Cheongju: City of the Jikji

Wares for sale at an outdoor stall in a festival in Cheongju

Wares for sale at an outdoor stall in a festival in Cheongju

Cheongju is the capital and largest city in Chungcheong-buk province (which is not saying much, since it is the third least populated province in South Korea).

The map shows that Chungcheong-buk Province is in the center of South Korea, and that Cheongju is in the western part of the province.

Did you think that Gutenberg invented the movable type printing press? Think again. Before Gutenberg was born, Koreans were printing with metal movable type. Records incidate that Koreans were already using movable metal type in the 1200s, but the oldest book printed with movable type which still exists is the Jikji, an abbreviated title which could be called “Anthology of Great Buddhist Priests’ Seon Teachings”.

The Jikji was printed in 1377 at Heungdok Temple in Cheongju City.

Mannikin Buddhist monks look at scripture.

Thus, the number one tourist attraction in Cheongju is the museum of the Jikji, which is built on the site of Heungdeok Temple. When I visited the reconstructed shrine, I accidently ended up in a martial arts lesson.

Two mannikins wearing black hats are doing something with a cauldron "outside" (i.e. the painting behind them indicates that it is outside).

Incidently, one of the main roads in Cheongju City is named after the Jikji.

A mannikin with a black hat and two monk mannikins are doing something with movable type.

All of these lovely mannikins are inside the museum of the Jikji, and they depict all of the various steps towards printing a manuscript with movable type, including proofreading the plates, manufacturing the metal bits, hey, I can’t remember all of the steps (nor did I take photos of ever diorama). The point is, printing with movable type is complicated and a lot of work, which requires a lot of monks to help out.

Mannikins with black hats and in brown robes do something with wood "outside".

The museum also offers a detailed history of printing in Korea. Even after inventing movable type, woodblock printing was preferred because it was cheaper. It is possible to distinguish a manuscript printed by woodblocks from a manuscript printed by movable type, and the Jikji was clearly printed by movable type. Korea was also at the cutting edge of woodblock printing in the fourteenth century. All of this effort was put into printing because Buddhists wanted to disseminate their teachings. Shortly after the printing of the Jikji, the Joseon dynasty came to power, and they were very interested in printing in order to improve government communication and record-keeping. Printing contributed to the rise of Korean civilization.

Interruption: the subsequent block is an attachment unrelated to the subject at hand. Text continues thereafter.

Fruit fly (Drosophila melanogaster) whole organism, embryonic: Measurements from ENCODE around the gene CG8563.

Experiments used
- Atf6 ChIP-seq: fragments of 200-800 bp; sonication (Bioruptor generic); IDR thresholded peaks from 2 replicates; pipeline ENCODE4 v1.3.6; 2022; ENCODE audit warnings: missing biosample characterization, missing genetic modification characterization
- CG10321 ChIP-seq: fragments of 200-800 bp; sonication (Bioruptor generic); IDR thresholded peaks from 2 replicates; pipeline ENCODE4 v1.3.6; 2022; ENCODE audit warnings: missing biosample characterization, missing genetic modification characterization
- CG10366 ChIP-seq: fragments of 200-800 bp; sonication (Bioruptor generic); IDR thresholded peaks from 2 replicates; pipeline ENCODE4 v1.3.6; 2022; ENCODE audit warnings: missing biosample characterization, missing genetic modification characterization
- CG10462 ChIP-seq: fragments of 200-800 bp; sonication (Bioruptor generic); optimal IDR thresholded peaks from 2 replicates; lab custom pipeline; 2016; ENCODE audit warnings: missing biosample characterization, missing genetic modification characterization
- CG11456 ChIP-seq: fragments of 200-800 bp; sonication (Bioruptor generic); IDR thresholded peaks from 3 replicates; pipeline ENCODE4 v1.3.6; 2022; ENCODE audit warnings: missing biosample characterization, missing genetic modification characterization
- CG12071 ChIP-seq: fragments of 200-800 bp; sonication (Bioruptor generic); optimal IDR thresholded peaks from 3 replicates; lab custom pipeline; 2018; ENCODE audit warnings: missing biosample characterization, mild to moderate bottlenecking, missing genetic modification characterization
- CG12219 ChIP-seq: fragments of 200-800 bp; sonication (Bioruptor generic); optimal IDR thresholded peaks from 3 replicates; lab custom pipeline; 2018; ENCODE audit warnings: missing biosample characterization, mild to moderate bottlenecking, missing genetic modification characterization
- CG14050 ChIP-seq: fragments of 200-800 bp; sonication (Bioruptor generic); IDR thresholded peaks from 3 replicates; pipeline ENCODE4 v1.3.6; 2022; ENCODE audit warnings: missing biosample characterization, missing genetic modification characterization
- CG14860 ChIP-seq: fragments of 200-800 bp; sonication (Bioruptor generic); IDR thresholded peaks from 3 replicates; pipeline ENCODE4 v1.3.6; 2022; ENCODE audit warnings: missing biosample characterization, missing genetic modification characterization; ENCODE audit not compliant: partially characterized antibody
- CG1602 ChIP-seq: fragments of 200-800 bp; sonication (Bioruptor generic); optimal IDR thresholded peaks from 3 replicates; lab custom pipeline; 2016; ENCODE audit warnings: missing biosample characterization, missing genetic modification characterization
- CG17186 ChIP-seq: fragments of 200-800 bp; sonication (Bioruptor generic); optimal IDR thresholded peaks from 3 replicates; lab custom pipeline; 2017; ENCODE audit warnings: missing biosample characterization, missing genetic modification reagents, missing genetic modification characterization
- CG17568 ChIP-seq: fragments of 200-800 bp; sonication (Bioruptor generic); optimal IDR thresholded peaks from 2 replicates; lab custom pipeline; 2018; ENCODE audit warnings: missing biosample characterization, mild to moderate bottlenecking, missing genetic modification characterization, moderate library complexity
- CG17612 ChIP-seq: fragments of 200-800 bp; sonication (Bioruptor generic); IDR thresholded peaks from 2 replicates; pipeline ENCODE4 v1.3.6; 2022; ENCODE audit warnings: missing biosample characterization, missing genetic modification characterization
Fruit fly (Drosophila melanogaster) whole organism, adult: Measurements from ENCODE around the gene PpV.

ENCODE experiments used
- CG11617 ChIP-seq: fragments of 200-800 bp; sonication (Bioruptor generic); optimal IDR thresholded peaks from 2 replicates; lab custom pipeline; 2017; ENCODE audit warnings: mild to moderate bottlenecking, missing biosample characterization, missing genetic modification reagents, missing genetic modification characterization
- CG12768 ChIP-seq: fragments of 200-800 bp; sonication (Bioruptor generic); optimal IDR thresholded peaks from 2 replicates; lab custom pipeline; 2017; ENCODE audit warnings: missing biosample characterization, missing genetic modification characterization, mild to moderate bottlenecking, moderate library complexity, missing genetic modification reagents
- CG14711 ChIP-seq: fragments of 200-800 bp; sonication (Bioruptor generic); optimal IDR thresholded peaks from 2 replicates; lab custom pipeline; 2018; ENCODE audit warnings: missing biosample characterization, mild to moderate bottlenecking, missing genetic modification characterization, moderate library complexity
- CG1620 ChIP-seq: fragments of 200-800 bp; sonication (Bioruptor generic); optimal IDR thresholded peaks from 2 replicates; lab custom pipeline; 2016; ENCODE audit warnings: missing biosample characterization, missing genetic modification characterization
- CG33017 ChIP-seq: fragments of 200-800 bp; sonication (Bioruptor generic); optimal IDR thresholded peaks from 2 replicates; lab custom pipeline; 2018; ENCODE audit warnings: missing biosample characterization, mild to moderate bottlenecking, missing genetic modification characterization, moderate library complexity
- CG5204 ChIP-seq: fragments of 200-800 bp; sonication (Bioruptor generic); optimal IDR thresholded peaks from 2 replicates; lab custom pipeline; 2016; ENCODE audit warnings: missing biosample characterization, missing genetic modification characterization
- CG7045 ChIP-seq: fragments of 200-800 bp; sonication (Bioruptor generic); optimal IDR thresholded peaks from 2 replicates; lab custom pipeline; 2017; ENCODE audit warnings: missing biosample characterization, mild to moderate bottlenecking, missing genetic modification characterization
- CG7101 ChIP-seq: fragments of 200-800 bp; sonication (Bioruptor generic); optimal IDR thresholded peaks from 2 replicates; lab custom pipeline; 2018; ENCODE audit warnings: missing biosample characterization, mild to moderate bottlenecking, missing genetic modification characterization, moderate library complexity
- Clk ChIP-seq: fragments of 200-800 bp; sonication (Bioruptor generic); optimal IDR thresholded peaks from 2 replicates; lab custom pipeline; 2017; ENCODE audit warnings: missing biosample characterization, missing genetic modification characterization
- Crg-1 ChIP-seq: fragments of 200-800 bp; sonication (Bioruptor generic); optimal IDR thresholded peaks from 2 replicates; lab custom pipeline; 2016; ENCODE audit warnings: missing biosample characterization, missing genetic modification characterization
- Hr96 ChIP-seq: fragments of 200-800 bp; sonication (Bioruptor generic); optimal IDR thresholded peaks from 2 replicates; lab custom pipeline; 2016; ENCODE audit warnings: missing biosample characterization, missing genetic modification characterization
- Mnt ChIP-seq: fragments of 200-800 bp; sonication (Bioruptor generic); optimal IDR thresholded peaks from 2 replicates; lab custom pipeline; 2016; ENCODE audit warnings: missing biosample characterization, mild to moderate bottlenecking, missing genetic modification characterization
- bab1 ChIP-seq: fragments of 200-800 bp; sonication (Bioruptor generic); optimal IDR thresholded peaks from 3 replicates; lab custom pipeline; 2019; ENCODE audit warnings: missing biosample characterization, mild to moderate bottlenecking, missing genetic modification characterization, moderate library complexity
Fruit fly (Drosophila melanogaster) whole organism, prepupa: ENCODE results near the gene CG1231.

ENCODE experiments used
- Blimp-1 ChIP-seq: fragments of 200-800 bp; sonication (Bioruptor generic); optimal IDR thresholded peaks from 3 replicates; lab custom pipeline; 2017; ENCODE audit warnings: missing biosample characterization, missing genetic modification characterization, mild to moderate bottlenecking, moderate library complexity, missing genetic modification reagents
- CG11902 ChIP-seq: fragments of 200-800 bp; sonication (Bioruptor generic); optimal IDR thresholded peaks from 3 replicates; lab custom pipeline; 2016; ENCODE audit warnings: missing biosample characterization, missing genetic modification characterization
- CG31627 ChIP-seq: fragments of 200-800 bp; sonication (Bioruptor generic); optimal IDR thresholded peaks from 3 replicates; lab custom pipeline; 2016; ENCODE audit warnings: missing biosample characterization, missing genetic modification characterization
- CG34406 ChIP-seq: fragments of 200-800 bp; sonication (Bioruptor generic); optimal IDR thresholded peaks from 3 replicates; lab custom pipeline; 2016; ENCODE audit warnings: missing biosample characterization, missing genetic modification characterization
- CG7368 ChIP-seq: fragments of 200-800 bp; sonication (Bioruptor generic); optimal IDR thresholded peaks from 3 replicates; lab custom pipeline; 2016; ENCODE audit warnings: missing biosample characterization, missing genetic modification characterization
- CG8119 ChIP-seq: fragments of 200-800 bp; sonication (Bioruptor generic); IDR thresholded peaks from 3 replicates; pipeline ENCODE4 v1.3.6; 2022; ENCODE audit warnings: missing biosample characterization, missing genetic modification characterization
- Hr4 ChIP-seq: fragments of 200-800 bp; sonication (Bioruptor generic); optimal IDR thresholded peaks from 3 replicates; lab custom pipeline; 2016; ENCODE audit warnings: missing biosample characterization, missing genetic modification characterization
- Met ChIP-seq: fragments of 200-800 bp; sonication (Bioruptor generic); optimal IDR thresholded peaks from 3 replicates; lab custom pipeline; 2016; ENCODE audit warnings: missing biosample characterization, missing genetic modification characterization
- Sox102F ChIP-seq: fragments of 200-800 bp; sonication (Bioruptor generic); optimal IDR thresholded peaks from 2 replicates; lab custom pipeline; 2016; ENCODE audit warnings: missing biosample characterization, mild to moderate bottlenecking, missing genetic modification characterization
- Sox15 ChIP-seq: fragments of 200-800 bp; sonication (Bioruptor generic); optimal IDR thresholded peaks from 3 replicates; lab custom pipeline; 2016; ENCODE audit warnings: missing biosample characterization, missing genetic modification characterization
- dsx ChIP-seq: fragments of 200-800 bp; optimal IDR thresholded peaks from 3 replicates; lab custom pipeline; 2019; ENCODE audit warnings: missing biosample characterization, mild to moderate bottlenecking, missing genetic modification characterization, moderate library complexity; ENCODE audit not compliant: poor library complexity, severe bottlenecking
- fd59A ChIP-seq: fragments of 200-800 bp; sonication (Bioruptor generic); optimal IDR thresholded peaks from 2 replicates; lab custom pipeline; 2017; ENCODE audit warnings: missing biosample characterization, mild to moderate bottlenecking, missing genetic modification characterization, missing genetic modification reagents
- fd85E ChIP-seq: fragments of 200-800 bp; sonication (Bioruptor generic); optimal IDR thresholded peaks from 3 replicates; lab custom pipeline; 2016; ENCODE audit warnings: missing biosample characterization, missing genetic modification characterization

On the left and in the center are two monks in grey robes checking something before it goes to printing, and on the right is a standing monk in a white robe.

Is the Jikji – the actual copy – in the museum? No, it’s not, it’s in France (see the comment below for more details).

A bunch of mannikins in white robes are sitting down and looking at printing plates, and one mannikin in the back is standing up and looking at some shelves.

I would not have made a special trip to Cheongju just to see the Jikji museum and the site where the world’s oldest book printed by movable metal type was printed, but I had to go to Cheongju anyway to catch a bus to Gangneung (Gangwon Province), and it’s great to get these interesting little history lessons along the way.


About Sara K.

Sara K. is an aromantic asexual from California who has previously lived in Taiwan. She blogs at the notes which do not fit, has previously been a contributor at Manga Bookshelf, and has written guest posts for Hacking Chinese. She enjoys reading, travel, live theatre, learning languages, and gardening.
This entry was posted in Ancient History, Chungcheongbuk, City, Festival, Museum and tagged , . Bookmark the permalink.

13 Responses to Cheongju: City of the Jikji

  1. Kai Carver says:

    Sorry if I intrude in your excellent series with two small factual objections in defense of France regarding this:

    > it’s in France, probably because the French stole it
    > while they were busy plundering Korea in the 19th century

    1. France was not “busy plundering Korea in the 19th century”. The single instance of plundering occurred during the navy expedition of 1866 in retaliation for the state-sanctioned killing of nine French Catholic priests. On that occasion the French did steal a precious collection of royal protocols. But the Jikji was not part of that collection.

    2. There’s no evidence that anyone “stole” the Jikji. We do know it was acquired by a French diplomat stationed in Seoul at different times between 1887 and 1906. Without evidence to the contrary it seems more likely that it was simply purchased.


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  4. We are presently working on a project about the Jikji and the story of Dr. Park and her struggle with both Korea and France. If you would like to see our TEDx presentation look for “Some Stories Choose You”

    I also invite you to read one of our recent blogs which discusses the early history of the Jikji. You may find it interesting. Great to see your post! (Sorry about the long link)!Is-the-Jikji-Connected-to-Shakespeare/c7jv/FB3C7A32-F8D0-4F0D-AD3C-9FBB3494AD33


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